How To View, Analyze, And Delete Contents Of Index.dat Files


Before I begin, let me explain how Index.dat can be a potential privacy threat to you. Index.dat files are hidden files on your computer that contain all tracks of your online activity, where have you been on internet, what sites you visited, list of URLs, files and documents you recently accessed. Index.dat Analyzer is a free utility through which you can find, view, examine and remove all information that you think preaches your privacy.  It can also come handy if you want to keep a check on your kids and family members.

Run the program and click the search button, this will search for all present index.dat files in the system and will display the results in a simple window.

scan index.dat files

Once it has detected all the index.dat files, select the one which you want to analyze.

locate index

It will then display the complete information which you can examine easily.

index.dat analyzer window

If you want to delete any information such as URLs, files, and documents, simply select it by checking the checkbox and hit Delete button. This tool works in Windows 2000/XP/Vista only. Enjoy!

  • May

    I tried it with Vista Home Premium and it does not display anything but did find the dat files but does not display any of them in order to analyze ! This was the very first program that I downloaded to be able to delete .dat files. I apparently am not the first one with this problem – I saw a comment on cnet about it too.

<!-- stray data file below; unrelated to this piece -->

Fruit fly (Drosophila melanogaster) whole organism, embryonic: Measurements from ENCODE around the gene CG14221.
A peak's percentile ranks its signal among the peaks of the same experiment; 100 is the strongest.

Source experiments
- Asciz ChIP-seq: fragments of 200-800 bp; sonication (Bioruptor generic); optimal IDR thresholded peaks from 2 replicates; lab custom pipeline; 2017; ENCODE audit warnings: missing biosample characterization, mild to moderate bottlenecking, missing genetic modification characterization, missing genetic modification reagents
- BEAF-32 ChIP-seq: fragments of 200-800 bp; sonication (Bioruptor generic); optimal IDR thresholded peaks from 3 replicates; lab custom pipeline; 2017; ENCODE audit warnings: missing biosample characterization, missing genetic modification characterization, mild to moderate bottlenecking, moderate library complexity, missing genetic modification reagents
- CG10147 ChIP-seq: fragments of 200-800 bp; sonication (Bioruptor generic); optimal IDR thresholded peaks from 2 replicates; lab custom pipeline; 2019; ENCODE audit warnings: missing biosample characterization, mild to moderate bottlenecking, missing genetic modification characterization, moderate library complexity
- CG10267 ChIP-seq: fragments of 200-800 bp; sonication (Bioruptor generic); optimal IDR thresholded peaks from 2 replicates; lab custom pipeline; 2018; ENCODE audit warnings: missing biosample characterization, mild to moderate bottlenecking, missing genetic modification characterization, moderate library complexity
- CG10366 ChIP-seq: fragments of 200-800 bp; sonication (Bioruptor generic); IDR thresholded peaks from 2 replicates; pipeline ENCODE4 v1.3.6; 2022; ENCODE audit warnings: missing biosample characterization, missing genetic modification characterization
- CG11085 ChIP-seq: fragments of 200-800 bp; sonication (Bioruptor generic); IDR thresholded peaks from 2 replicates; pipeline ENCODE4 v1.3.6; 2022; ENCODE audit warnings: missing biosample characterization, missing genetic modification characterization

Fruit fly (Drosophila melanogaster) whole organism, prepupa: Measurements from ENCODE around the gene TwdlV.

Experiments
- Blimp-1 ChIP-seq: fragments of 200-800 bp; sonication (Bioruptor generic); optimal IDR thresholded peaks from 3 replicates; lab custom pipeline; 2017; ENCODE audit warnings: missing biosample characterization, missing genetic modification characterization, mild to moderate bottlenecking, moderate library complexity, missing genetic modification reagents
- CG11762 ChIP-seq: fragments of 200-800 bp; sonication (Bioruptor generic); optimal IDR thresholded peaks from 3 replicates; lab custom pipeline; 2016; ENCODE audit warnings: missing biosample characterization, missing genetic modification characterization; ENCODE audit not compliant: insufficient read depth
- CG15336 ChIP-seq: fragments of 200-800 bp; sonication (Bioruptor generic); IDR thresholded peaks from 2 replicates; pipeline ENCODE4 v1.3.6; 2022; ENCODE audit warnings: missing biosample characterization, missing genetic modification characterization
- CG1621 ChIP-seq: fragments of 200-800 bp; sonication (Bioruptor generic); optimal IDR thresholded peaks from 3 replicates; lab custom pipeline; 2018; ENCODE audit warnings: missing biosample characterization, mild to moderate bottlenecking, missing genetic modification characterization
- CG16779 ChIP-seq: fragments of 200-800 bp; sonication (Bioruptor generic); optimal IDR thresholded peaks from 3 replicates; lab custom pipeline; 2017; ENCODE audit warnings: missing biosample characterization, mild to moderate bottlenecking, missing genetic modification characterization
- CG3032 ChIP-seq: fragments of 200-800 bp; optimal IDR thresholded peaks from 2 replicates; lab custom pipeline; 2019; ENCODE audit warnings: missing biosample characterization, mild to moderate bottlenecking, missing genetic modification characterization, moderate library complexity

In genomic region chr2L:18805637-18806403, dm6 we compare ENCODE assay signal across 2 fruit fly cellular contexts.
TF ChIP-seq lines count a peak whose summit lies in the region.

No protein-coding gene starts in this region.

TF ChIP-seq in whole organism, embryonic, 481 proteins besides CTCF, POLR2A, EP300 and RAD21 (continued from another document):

• nakhaee

    opning dat file cctv

  • flash

    Microsoft is so desperate to keep you away from Index.dat files that they keeps moving the goalposts via service packs and new versions of windows so what worked yesterday, won’t work today.

    Some of the ‘Special Hidden’ folders won’t show even when you use a registry hack and killing processes ‘Explorer’ and ‘IExplorer’ before you try to delete them still won’t unlock the files on Windows 7 X 64 (Build 7600) and running batch files without exposing account names and passwords cannot remove these index.dat files at reboot due to the wrong windows permissions.

    One method that might still works is to boot-up in safe mode and then assign yourself administrator rights and then see if you can find the files to delete them

    The method I now use is to create a batch file to rename the subfolder below the folder containing the index.bat files and to then only copy the folders back to the original location that don’t contain these Spyware files but the resultant batch files needs to be run from a separate windows account that has full administrator permissions.

    View below to learn more and to view the source code to do the job.